If you’re a farmer and really want your crops to grow, you’re probably going to turn to fertilizers to make it happen. If you’re a major fertilizer company looking to grow, however, one of the methods left is merging with another company. Two major Canadian fertilizer companies have announced intentions to join and form the world’s largest crop-nutrient supplier.
The two companies are Potash Corp. and Agrium Inc. Chuck Magro, CEO of Agrium, would retain his title in the new group.
“This is an exciting day for Agrium and Potash Corp.,” Magro said in a conference call announcing the merger today. “Together, we are combining in a merger of equals to create a world-class integrated global supplier of crop inputs.”
He said the market cap for the new company is estimated at $26 billion.
Potash is the world’s largest fertilizer producer, and Agrium has a large retail network. Joining the two is expected to save $500 million annually.
“You can eliminate the passage of product from one business entity to the other, and by eliminating that passage of product, you can drive down your costs for moving product through the system,” said Roger Dahlgran, a professor of agricultural economics at the University of Arizona.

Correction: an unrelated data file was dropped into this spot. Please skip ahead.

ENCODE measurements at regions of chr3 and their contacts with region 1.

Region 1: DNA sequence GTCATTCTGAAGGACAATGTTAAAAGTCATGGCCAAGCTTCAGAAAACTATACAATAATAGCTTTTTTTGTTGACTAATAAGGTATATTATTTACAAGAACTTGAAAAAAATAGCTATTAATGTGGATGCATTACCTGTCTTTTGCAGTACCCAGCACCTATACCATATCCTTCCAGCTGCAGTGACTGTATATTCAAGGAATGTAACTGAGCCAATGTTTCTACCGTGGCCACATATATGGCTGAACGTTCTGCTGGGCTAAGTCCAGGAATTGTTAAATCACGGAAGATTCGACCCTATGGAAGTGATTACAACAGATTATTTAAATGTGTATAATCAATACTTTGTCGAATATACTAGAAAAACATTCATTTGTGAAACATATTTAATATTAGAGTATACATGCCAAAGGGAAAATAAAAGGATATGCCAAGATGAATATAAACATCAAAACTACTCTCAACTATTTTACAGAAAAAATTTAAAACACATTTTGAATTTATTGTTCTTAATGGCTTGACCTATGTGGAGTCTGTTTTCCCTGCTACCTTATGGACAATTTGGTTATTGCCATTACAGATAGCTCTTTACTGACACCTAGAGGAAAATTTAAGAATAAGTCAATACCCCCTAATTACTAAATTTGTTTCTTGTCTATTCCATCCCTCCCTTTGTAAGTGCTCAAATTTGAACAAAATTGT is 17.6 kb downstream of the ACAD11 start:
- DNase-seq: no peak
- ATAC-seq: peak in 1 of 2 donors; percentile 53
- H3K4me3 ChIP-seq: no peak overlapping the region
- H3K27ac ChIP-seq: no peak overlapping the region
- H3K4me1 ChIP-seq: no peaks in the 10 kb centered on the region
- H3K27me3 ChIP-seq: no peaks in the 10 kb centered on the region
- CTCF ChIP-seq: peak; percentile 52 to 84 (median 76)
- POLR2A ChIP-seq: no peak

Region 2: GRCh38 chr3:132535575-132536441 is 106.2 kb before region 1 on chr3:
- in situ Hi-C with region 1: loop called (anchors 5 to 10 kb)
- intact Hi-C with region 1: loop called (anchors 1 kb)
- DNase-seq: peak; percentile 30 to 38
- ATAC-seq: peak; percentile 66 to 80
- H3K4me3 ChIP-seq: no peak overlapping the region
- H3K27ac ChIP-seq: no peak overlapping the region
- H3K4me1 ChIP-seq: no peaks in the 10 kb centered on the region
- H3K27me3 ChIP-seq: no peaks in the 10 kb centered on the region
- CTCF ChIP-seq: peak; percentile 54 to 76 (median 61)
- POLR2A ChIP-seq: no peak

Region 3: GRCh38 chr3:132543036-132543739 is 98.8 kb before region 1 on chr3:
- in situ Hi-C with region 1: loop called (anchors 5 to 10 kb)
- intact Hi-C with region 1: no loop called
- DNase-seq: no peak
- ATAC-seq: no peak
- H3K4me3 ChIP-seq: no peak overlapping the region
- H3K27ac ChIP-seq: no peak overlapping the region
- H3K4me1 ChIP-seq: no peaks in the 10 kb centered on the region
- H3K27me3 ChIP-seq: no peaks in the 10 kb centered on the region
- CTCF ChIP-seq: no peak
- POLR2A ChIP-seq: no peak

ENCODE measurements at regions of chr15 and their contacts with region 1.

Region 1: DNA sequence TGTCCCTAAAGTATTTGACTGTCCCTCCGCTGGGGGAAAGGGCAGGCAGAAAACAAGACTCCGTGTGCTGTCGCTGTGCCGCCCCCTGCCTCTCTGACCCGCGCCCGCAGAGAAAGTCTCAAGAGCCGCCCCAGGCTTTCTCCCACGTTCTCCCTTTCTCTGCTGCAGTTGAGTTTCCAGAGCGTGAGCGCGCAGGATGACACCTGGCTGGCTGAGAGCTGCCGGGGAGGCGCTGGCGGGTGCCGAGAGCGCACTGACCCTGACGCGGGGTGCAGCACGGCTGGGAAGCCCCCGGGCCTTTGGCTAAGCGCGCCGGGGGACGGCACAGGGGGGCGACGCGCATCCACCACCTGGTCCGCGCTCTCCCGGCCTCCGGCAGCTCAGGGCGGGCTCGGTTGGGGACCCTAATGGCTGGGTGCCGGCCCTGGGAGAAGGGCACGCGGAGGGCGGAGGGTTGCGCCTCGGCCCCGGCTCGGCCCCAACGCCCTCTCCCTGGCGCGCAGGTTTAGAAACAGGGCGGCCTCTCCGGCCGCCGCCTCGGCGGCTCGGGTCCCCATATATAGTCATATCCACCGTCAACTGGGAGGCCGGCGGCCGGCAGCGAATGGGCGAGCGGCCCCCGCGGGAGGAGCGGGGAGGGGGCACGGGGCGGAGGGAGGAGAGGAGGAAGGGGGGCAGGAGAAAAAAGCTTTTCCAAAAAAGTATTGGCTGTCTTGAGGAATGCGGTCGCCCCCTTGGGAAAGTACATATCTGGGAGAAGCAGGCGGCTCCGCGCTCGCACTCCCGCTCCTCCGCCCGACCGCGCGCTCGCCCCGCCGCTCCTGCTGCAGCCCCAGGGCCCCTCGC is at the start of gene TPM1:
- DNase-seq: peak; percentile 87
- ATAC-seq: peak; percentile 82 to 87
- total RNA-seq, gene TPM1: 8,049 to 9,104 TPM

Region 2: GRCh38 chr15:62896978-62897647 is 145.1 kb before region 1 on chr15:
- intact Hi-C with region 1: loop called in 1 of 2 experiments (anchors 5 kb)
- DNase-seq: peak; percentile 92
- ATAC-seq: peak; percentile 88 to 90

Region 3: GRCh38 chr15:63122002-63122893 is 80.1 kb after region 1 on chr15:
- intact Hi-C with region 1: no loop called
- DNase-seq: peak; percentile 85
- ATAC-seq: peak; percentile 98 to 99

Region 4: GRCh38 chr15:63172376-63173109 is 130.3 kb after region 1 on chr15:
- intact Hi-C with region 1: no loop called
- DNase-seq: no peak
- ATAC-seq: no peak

Others see the merger as a loss of competition with a potential for negative impacts on farmers.
“Ultimately, farmers will pay a higher price for their potash,” said Harwood Schaffer, director of the Agricultural Policy Analysis Center.
Schaffer said these kinds of agribusiness mergers were growing more commonplace in the early 2000s before the recession hit.
“Those kind of mergers stopped,” Schaffer said. “I think with a more stable economic environment, they’re ready to take up where they left off.”
The deal joins a new wave of agribusiness mergers: Dow and Dupont; China National Chemical and Sygenta; and Bayer’s bid for Monsanto. Schaffer said the recent spate in mergers has pushed the need for more companies to adopt the same strategy to remain competitive.
“It gets like a pingpong ball, back and forth, as you create these mega mergers,” Schaffer said. “You merge, then I merge in response to that to protect myself and to be able to compete with you. But I become larger enough that you then need to merge in reaction to my merger to keep what you perceive as your competitive power.”
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